Richard Buttny – Fulbright

Richard Buttny
Syracuse University

Fulbright to Malaysia/Fulbright Senior Specialist to India

Having a Fulbright Fellowship has been a great experience, meeting and working along with colleagues at their universities.  I had a Fulbright to Malaysia at Universiti Teknologi MARA (UiTM) in Shah Alam for six months in 2008-09.  I ended up giving lectures to faculty on qualitative research methods and taught one graduate class on media and culture.  I was able to work with colleagues on on-going research projects and have been back to the region a couple more times.

My first Fulbright was made possible by a former graduate student who had become Chair of his Department and wrote a letter on my behalf.  This was a Fulbright Senior Specialist to lecture on intercultural communication at Punjabi University, India, 2003.  The Senior Specialist awards are only up to six weeks.  I wish I would have had a longer stay there.

Kristen Cvancara – Fulbright

Kristen Cvancara
Minnesota State University, Mankato

Fulbright Teaching/Research Scholar Grant in Finland

When planning ahead for my sabbatical, I realized that a Fulbright award was an excellent opportunity for me to achieve the goals of growing professionally and living abroad with my husband and our three children. I applied for a grant in Finland because I wanted to work with a colleague with whom I had been collaborating since 2002. I drafted a plan for a project that would blend our research interests and reviewed it with my Finnish colleague at the 2009 NCA conference in Chicago. With encouragement and support from her and her department (including a letter of invitation), I submitted my Fulbright application in the summer of 2010. In March of 2011, I was notified by letter of the acceptance of that application. My two goals were finally realized in January of 2012 as my family boarded a plane headed for Jyväskylä, Finland, where we would live for the coming 5 months.

While in Finland, I taught two courses and conducted research in the Department of Communication at the University of Jyväskylä. The teaching connected me with students from all over Europe, exposed me to different worldviews, and prompted me to adapt my teaching style in new and unique ways. The research project blossomed into a study involving five countries on four different continents. It was amazing to watch this kind of collaboration develop through conversations, emails, Skype calls, and joint meetings. I had the opportunity to build relationships with Finnish and European colleagues, fellow Fulbrighters, and members of the community where we lived for 5 months.  All of these experiences changed me, and my family as well. The challenges and obstacles we faced together forced us to re-evaluate beliefs that we took for granted, revise ineffective strategies, and review our motivations for living outside of our comfort zone. Even when reflecting on the most difficult days, I marvel at the amazing, wonderful experience the Fulbright grant provided us.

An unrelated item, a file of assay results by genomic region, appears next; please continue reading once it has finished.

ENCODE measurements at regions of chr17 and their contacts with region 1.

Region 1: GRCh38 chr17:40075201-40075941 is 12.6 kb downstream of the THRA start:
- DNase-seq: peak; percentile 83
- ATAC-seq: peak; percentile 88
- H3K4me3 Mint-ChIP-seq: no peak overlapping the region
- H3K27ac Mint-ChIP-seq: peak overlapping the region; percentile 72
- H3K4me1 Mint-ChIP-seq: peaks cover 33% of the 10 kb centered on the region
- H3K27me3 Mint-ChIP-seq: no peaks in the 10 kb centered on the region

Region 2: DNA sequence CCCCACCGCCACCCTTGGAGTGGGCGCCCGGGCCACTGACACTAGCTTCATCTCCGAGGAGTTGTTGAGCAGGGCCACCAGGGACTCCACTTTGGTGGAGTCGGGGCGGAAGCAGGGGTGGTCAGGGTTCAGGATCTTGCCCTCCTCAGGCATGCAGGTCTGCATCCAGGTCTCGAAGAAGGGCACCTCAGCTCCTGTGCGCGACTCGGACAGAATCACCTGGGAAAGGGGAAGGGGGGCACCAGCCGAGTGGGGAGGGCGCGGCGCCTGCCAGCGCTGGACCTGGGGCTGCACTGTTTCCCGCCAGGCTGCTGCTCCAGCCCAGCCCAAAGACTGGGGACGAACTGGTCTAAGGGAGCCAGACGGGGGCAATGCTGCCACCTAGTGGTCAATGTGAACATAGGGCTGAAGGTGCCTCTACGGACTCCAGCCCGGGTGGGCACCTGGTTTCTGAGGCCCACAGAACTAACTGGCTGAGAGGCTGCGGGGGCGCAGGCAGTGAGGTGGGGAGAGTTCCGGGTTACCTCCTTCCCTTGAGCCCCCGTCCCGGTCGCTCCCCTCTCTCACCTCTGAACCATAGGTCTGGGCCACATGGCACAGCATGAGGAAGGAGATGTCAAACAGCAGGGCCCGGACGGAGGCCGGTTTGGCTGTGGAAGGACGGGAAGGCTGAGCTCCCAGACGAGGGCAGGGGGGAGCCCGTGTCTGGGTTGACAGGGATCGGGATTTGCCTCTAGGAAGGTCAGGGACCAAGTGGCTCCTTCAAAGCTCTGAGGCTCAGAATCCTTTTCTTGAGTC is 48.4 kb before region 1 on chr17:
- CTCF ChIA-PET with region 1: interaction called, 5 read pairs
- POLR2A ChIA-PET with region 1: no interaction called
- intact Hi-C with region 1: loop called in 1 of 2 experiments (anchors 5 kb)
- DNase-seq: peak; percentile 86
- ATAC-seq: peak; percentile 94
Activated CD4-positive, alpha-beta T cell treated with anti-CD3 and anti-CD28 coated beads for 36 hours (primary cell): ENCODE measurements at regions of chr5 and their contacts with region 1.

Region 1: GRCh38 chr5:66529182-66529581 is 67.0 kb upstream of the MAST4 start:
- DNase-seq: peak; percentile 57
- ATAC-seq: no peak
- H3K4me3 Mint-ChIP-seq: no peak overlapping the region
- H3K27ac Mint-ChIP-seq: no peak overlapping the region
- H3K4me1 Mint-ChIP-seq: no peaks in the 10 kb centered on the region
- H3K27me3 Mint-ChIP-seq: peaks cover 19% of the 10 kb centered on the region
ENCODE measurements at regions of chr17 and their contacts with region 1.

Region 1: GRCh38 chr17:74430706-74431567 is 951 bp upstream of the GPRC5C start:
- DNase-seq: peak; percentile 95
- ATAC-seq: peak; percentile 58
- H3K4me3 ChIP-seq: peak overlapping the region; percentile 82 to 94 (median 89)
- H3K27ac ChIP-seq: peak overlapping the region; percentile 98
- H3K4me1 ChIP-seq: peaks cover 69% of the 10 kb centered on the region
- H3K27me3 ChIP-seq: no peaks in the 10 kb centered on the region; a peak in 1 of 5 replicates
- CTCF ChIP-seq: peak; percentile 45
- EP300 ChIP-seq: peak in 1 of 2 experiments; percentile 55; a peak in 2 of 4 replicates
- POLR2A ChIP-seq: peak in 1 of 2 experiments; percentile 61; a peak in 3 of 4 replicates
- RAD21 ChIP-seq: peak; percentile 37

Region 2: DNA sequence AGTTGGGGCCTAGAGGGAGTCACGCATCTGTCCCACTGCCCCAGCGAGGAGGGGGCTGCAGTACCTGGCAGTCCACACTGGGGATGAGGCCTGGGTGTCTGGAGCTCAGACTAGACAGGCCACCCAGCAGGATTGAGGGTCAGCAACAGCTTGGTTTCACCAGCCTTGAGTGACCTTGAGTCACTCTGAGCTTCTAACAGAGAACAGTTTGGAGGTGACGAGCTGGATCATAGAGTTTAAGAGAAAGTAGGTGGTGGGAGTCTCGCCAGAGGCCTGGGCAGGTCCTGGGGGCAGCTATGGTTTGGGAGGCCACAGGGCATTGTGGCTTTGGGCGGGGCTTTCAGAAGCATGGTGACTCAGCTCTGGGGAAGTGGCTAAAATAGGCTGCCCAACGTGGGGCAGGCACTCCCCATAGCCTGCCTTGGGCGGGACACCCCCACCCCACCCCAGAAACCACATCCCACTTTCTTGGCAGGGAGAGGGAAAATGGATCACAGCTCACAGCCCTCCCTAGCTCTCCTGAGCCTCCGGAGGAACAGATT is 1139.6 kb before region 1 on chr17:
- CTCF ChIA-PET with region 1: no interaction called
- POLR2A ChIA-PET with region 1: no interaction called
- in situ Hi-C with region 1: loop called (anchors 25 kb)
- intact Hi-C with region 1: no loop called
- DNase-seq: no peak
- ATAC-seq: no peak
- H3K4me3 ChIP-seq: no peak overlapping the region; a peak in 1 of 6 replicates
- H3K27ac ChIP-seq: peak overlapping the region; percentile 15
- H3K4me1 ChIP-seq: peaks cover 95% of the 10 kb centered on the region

A Fulbright experience is worthy of the preparation devoted to crafting a solid application. Check out the following websites for more information on Fulbright grants, the Fulbright Center in Finland, and the Fulbright scholar list to view others from the discipline who have earned grants. I especially encourage individuals with children to apply. In keeping with Senator Fulbright’s initial goals, living abroad with children is a prime opportunity to strengthen their empathy for others and foster a worldview that integrates compassion and understanding.

Tema Milstein – Fulbright

Tema Milstein
University of New Mexico

Fulbright to New Zealand

I was lucky to receive a Fulbright Scholar award for 2012 to the Auckland University of Technology in New Zealand. I’m here now, gazing beyond my computer screen across emerald green hills and listening to the melodious calls of tui birds. The experience of doing my research here, getting to know colleagues and friends, and introducing my family to a different way of life is unmatchable.

There are basics the application requires, such as having a host institution. I had met colleagues in New Zealand by attending an international conference several years earlier that focused on one of my study topics (marine tourism) and when I approached a couple of them later about their university acting as my host institution, they were supportive. Many universities, and many countries, don’t have communication emphases, but many are interested in the kind of work communication scholars do as it relates to their shared topic area, so expanding one’s paradigm beyond the confines of communication can broaden Fulbright destination possibilities.

There are also things you can do to help your application stand out and rise through the different steps of the selection process. One is to do your homework about your country of choice so you can accurately represent cultural and social issues and show how your work might matter or positively contribute. Another is to show how your former studies (the one I highlighted was an environmental communication study on North American ecotourism) might culturally compare to your proposed study (for me, ecotourism in New Zealand).

One thing to note is that each country has its own spin on the awards with different amounts of time and different purposes. New Zealand’s 5-month research award perfectly matched the time I had for leave in my pretenure research semester at the University of New Mexico.

Kevin Barnhurst – Fulbright

Kevin Barnhurst
University of Illinois at Chicago
Fulbright in Peru
Distinguished Fulbright Chair in Italy